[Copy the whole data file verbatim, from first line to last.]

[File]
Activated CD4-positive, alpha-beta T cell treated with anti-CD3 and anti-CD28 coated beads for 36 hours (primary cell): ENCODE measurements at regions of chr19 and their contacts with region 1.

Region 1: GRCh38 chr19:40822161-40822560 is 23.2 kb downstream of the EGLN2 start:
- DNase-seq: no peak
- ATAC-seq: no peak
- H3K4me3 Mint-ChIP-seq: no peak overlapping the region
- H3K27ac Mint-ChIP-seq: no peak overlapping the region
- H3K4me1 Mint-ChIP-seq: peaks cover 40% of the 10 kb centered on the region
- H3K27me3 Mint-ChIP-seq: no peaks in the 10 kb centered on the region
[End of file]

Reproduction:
Activated CD4-positive, alpha-beta T cell treated with anti-CD3 and anti-CD28 coated beads for 36 hours (primary cell): ENCODE measurements at regions of chr19 and their contacts with region 1.

Region 1: GRCh38 chr19:40822161-40822560 is 23.2 kb downstream of the EGLN2 start:
- DNase-seq: no peak
- ATAC-seq: no peak
- H3K4me3 Mint-ChIP-seq: no peak overlapping the region
- H3K27ac Mint-ChIP-seq: no peak overlapping the region
- H3K4me1 Mint-ChIP-seq: peaks cover 40% of the 10 kb centered on the region
- H3K27me3 Mint-ChIP-seq: no peaks in the 10 kb centered on the region